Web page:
Gerald Campbell is giving up his career as a fitness instructor and going full-time into bodybuilding before his next birthday.
He turns 80 in October.
“I’m retiring from that because my wife and I want to travel more while we still have good health,” Campbell said. “Another reason is that I can’t work out myself as much as I need to for heavyweight bodybuilding.”
Campbell’s goal before his birthday is to bench press 280 pounds. That’s 115 pounds more than his weight of 165. On Saturday, he bench pressed 245 pounds, breaking his own record, at the Texas Push/Pull Showdown in Mesquite.
“I tried to do 260, but I couldn’t get it past halfway up,” Campbell said.
He’ll try again for that 260-pound mark in the July 26, world-qualifying Dallas Southwest Regional Bench Press and Dead Lift Championships competition in Irving. Then comes 280.
Anytime Campbell lifts more than his personal best he breaks a record, said Bryan Dobson, Campbell’s trainer and owner of Metroﬂex Gym in Fort Worth.
There are only a handful of people in the world at Campbell’s age and weight who are capable of a bench press anywhere near what he can do, Dobson said.
“He’ll be in the top of the 165-pound weight class in Masters 70 plus,” Dobson said. “For his body weight, the weight he’s lifting is competitive with 20-year-olds.”
Dobson describes Campbell as “phenomenal,” and he isn’t alone in that opinion. The 140 or so people Campbell trains at Hurst Senior Center and Euless Family Life Center compare him with Jack LaLanne, a pioneer in personal training whose innovative techniques and equipment, and a 34-year run on TV, helped earn him the title Godfather of Fitness.
The woman destined to take Campbell’s place in front of those seniors, Hurst resident Tricia Whitlock, 41, thinks he’s the new Godfather.
“When he started training me, I was struggling to keep up with him during abdominal exercises, even some of the flexibility exercises that he does,” Whitlock said. “Gerald’s just amazing. His eyes are bright and his mind is quick. He’s a very good role model for me.”
Michelle Varley, 45, Hurst Senior Center’s activities coordinator, said Campbell is a huge asset that she and the seniors will miss.
“He helped develop our fitness programs,” Varley said. “He’s just very passionate about everything.”
Just like LaLanne, Campbell has been on a personal fitness crusade since he was 15.
“My buddy, Bobby Risinger, and I bought some weights at a garage sale,” Campbell said. “We set ’em up in my garage. We didn’t know anything about it, but we started lifting weights and learning the proper way to do it.”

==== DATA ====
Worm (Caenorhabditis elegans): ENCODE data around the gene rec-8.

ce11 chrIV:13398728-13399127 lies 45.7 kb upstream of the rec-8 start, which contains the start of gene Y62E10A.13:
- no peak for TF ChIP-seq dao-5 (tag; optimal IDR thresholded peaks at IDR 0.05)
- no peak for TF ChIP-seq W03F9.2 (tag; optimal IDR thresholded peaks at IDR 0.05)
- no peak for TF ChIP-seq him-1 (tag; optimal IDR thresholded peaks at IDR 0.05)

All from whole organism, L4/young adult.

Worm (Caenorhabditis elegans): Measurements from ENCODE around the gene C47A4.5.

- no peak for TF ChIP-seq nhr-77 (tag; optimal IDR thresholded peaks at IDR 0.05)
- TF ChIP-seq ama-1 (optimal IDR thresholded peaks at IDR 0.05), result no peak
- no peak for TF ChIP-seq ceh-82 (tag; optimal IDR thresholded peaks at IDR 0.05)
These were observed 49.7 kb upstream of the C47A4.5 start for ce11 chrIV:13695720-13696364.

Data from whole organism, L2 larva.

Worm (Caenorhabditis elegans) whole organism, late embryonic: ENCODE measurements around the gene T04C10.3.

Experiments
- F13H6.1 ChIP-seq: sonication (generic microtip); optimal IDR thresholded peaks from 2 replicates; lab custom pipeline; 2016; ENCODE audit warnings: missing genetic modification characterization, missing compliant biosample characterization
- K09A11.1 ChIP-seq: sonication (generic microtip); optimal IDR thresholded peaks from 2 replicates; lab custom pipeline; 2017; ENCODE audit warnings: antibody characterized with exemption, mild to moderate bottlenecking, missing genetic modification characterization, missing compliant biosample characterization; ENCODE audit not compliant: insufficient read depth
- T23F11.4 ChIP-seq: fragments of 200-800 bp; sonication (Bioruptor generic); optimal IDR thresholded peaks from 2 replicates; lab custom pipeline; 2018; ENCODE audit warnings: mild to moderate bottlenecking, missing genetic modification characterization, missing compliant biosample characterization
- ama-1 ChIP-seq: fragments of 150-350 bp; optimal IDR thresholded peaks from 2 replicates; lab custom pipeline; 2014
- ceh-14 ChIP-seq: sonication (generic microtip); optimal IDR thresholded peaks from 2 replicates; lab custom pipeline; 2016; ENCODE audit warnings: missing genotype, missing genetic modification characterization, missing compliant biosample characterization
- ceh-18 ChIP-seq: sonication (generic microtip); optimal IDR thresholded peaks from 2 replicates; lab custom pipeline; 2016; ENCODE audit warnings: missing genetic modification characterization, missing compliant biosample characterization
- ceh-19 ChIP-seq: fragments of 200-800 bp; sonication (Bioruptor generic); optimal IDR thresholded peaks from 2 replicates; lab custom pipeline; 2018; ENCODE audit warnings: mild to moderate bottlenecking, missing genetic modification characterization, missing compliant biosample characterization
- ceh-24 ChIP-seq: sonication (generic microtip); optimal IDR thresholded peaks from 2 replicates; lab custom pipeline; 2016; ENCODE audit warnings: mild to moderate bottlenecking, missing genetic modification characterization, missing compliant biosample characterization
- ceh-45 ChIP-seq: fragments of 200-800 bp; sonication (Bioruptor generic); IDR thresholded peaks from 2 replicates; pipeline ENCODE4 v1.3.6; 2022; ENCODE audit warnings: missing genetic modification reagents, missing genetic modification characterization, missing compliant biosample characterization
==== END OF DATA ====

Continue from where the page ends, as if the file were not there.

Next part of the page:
The friends worked out together for three years, until “Bobby went in the Air Force, and I didn’t,” Campbell said. “So I kept working out.”
Campbell — who made his living selling insurance, before he retired at 65 — also became a personal trainer in his late teens. Soon afterward, he gave up weightlifting and took up running.
“I like running because it builds up the heart,” Campbell said. “If the heart don’t work right there isn’t anything going to work right.”
Campbell said his wife of 45 years, Dolores, also is a runner.
“We used to run 10 miles a day together back in our 40s and 50s,” Campbell said. “I would run 10 miles in the morning and another 10 with her after work. One year I logged 3,600 miles.”
Campbell said he kept running well into his 70s, “because old age was chasing me and I wanted to stay ahead of it.”
After 14 marathons — his best time was three hours and 10 minutes when he was 44 — and seven 50-mile races, Campbell decided to give his feet a break. But old age hasn’t gained that much on him, because he started power lifting again about 30 years ago.
“I don’t think working out adds years to your life, but it adds quality,” Campbell said. “As long as God keeps me healthy I want to have good quality of life. I don’t want to walk with a cane, or a walker or be in a wheelchair.”
Power-lifting competitions are about pushing himself, Campbell said.
“In competition you’ll always do more than you will by yourself,” Campbell said.
And while he does want to set records, he isn’t looking for immortality through record books.
“It’s not records for publicity as much as it is for other older people to say ‘That guy did it. By cracky I think I might try to do it.’ ” he said.